Using Performance Data to Help Choose

Clint Willis is a freelance writer who covers mutual funds for Reuters

Many mutual fund investors trying to choose among the thousands of mutual funds available start by comparing performance records.

After all, if a fund has delivered solid returns over the last, say, five years, then it probably can continue to do well in the future.

Or can it?

Many investors discover that an outstanding long-term record doesn't always translate into superior returns in the future. That can happen for any number of reasons.

For example, the manager who generated those returns may leave the fund, turning over the reins to a less experienced or less talented successor.

The fund's investment style may no longer work, causing the fund to slip into a prolonged slump. The manager may simply run out of luck, with a series of bad picks that create unpleasant surprises for shareholders. He or she may change his investment strategy or make a large bet that doesn't pay off.

It's the way they always say in the advertisements: Past performance is no guarantee of future results.

That said, past performance can help you choose mutual funds for your portfolio. But you must use the information properly, taking into account the factors that shape that performance.

When you are judging a fund's past returns, keep several points in mind. For one thing, how did similar funds perform? It's not fair to compare the performance of an aggressive growth fund with the gains recorded by a bond fund.

Likewise, you wouldn't compare the record of a growth-and-income fund that aims for capital growth and current income with that of a growth fund that primarily pursues long-term growth. Each category of funds pursues different goals, and that results in different performances over short and long periods.

Thus, if you are looking for a growth-and-income fund, compare its returns with those of other growth-and-income funds. You can find out the average returns of a fund category in Morningstar Mutual Funds, available at many libraries, or in publications such as The Times' quarterly reports. Then compare those figures with the performance of the fund you are considering as an investment.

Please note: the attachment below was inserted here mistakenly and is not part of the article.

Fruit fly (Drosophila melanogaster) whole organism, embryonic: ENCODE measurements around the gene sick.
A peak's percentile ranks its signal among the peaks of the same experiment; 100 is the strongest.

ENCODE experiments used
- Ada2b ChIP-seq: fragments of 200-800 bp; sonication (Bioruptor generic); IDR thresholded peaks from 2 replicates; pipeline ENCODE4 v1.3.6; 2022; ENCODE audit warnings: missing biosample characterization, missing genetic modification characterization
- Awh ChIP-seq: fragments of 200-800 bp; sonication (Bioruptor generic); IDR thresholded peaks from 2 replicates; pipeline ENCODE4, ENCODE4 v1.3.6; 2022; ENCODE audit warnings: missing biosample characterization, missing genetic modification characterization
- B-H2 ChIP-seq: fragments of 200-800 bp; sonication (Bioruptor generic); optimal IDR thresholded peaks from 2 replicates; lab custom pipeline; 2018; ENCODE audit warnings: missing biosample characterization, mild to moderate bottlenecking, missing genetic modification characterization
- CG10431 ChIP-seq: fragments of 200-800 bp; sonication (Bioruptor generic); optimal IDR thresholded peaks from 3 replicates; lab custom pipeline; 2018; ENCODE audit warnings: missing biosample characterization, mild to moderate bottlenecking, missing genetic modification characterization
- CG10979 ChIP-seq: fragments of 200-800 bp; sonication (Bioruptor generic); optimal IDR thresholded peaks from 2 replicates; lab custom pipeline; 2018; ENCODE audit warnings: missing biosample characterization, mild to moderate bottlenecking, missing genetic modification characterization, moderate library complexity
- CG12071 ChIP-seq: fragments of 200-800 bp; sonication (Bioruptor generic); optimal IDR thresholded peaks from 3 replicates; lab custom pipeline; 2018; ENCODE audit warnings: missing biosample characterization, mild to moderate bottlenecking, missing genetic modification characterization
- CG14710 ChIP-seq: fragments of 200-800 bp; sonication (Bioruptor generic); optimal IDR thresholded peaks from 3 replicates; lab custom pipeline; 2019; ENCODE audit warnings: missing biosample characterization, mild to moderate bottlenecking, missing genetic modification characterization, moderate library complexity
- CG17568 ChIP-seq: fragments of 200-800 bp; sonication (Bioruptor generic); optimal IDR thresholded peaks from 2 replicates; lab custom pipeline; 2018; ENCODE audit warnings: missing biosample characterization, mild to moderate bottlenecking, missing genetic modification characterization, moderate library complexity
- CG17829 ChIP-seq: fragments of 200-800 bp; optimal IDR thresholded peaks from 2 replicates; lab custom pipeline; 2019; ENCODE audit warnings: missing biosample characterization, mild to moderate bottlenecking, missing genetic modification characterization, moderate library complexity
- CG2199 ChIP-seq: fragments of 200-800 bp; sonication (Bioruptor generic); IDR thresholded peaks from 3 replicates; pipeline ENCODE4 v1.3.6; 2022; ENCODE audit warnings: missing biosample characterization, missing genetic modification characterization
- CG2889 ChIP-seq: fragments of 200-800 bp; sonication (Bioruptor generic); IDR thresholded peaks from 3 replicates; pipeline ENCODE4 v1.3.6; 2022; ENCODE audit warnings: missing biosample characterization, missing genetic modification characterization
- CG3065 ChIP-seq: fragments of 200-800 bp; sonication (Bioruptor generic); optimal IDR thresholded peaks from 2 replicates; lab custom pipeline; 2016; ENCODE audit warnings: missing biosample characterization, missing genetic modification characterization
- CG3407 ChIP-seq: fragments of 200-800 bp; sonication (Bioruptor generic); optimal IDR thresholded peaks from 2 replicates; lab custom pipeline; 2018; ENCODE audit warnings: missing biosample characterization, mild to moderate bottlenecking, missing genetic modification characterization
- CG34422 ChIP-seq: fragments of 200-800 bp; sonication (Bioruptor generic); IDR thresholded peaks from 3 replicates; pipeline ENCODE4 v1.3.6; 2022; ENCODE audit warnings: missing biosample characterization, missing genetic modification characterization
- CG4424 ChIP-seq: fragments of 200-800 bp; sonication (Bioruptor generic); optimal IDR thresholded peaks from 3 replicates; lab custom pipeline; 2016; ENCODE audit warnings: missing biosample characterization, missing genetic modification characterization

For example, balanced funds delivered 10.5% annual returns during the past three years, and 11% annually during the past five years. That compares with 10.3% and 14.3%, respectively, for the Lindner Dividend Fund ([314] 727-5305; $2,000 minimum investment; recent yield: 6.3%).

Sounds interesting--but don't buy yet. Does the record reflect a consistent philosophy? Some funds generate solid returns by chasing fads--they buy whatever is hot this year and then switch to the next hot sector next year. When that strategy works, it can deliver strong gains. But what if your manager jumps on the wrong trend, or the current hot sector collapses before he or she gets out?

Ideally, you should invest in funds that choose a consistent investment approach.

For example, Morningstar notes that Lindner Dividend Fund manager Eric Ryback buys securities that meet strict value criteria and pay above-average dividends, focusing on individual security selection rather than on plays in trendy sectors.

If you research magazine or newspaper articles, you would find that Ryback has maintained a consistent investment philosophy through a variety of market conditions.

What risks did the fund incur? A call to the fund company could turn up information about how it has performed in different market conditions.

In this case, it turns out that the Lindner Dividend Fund has been 41% less volatile than the average balanced fund during the last three years, and 64% less volatile during the last five years.

The upshot: Lindner Dividend not only has a strong performance record in its category and is driven by a consistent investment philosophy, it also has kept risk well in hand. Those factors are still no guarantee that the fund will do well in the future--but they are about as close as you're going to get to such assurance.

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